Through the glass Henry too saw me and to my surprise he swiftly greeted me with a barrage of sign language; a lot of waving of the arms and pointing at his wrist watch. It had that same crying tone of ‘listen to me’ self-centred urgency, which was by now deafeningly loud in the air all around me. Though I couldn’t hear him at all the message was clear; ‘I’ve been fucking waiting forever, my life is very important and we have to go now!’

I did not bother to sign back and left my suitcase in the baggage claims area behind. A few catatonic-culture-shocked days later I returned to the airport by bus to collect my belongings.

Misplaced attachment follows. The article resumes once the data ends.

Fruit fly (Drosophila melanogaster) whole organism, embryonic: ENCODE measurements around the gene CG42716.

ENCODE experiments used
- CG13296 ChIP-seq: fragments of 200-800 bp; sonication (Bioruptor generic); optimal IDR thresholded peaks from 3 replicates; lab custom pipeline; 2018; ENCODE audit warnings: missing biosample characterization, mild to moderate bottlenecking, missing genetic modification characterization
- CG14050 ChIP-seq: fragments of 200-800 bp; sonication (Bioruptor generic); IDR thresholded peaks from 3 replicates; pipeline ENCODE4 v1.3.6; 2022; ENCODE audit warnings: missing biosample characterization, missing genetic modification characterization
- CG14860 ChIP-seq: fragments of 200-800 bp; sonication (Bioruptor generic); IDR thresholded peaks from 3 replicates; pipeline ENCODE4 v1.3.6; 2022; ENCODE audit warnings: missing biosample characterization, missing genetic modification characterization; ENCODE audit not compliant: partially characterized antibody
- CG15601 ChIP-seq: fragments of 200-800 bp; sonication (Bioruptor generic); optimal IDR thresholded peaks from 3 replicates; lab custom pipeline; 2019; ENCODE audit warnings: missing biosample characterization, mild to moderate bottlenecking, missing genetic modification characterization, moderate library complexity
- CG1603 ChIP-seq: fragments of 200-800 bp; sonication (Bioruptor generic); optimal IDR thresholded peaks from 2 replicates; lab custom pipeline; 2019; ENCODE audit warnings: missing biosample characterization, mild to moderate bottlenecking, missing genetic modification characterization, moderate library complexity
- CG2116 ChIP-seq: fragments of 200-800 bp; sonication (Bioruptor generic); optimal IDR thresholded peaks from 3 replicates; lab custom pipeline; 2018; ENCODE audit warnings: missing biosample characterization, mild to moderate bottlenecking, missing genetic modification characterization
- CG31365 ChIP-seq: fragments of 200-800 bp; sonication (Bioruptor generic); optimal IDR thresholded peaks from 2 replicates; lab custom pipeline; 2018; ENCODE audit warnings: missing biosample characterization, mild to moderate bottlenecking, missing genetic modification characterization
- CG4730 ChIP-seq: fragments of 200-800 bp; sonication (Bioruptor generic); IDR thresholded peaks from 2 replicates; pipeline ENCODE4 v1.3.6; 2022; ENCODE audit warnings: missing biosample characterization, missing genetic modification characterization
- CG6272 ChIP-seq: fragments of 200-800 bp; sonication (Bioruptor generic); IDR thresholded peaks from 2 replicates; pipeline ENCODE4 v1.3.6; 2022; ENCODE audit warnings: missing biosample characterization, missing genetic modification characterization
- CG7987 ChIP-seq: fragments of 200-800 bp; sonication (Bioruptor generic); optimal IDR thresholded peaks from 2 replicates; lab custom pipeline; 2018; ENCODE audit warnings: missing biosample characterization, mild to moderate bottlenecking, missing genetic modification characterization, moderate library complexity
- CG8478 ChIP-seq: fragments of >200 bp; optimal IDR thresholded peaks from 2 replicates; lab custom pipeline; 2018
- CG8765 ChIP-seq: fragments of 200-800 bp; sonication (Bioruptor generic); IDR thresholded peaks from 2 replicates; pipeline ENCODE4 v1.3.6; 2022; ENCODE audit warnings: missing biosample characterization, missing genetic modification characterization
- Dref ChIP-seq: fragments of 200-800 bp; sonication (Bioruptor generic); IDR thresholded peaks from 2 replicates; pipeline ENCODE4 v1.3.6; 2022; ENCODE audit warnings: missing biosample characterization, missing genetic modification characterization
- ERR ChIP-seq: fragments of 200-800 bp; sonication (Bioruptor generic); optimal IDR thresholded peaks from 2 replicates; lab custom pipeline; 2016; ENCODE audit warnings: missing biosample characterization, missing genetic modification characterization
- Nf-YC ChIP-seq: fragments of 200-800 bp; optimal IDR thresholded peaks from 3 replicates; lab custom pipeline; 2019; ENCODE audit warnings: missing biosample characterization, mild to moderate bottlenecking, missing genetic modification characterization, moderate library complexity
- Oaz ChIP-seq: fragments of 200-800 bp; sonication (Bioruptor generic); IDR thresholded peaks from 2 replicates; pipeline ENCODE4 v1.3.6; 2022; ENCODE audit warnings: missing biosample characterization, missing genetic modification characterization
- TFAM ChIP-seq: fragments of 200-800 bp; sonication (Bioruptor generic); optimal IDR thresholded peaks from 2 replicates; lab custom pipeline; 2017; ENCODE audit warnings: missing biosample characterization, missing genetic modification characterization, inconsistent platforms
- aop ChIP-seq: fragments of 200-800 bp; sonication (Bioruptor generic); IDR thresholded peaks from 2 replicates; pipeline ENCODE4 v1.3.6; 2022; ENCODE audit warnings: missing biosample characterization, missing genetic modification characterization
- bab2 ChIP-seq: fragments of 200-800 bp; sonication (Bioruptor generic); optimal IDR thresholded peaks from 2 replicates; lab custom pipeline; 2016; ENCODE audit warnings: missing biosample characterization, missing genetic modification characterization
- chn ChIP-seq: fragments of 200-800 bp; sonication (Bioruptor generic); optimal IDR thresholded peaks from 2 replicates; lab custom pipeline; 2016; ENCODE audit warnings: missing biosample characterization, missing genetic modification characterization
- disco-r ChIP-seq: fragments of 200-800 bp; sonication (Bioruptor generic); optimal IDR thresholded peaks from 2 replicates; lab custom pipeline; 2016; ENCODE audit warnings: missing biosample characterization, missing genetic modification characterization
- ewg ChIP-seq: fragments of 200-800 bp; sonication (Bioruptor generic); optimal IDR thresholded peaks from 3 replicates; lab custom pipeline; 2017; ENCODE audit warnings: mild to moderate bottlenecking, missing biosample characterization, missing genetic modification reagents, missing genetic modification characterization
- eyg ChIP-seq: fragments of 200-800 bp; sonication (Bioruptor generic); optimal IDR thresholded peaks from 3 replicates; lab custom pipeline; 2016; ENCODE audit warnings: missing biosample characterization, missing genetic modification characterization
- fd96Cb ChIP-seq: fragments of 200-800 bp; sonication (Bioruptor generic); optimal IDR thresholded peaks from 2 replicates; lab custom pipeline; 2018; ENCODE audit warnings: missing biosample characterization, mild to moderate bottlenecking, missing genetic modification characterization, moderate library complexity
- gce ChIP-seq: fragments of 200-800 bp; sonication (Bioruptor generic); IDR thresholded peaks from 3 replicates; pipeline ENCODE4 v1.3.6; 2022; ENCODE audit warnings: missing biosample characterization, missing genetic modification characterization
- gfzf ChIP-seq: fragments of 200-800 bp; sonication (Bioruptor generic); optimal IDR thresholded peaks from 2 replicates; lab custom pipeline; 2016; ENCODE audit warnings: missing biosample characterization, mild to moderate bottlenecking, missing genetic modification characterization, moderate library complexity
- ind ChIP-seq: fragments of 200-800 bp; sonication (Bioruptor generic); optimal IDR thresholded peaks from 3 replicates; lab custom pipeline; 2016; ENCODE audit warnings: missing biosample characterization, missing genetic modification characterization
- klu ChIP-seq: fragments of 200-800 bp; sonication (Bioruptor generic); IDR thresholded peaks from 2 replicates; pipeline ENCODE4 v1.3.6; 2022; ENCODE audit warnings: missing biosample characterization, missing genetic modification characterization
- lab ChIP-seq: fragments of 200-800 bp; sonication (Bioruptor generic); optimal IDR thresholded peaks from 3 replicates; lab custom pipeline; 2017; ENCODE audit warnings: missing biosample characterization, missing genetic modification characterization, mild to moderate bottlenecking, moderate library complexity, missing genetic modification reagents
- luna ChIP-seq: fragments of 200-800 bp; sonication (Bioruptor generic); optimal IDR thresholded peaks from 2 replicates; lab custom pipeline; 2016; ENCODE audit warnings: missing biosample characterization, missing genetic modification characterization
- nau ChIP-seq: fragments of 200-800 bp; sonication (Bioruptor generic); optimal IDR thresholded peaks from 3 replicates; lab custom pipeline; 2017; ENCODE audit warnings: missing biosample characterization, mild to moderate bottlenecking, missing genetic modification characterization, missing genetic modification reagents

As a diplomat’s kid, because of all the travelling, in my school days I was taught about culture shock and how to deal with it. Ironically, culture shock never affected me until I got to Venezuela. This is not entirely unusual except for the fact that for the time I remained in that country the symptoms would never entirely leave me, mainly: sadness, confusion and loss. It is not that those first few hours marked me or that I could not get over my broken expectations of what ‘coming home’ should mean, but rather the fact that in some form or other the bizarre events of those first few hours were repeatedly, in some form or other, re-enacted daily for the next thirteen years.

At first I thought it was the capital city, Caracas, which was the problem. So I moved to Puerto La Cruz, a town on the coast, and then Mérida, high in the Andes Mountains. Generally I found more of the same.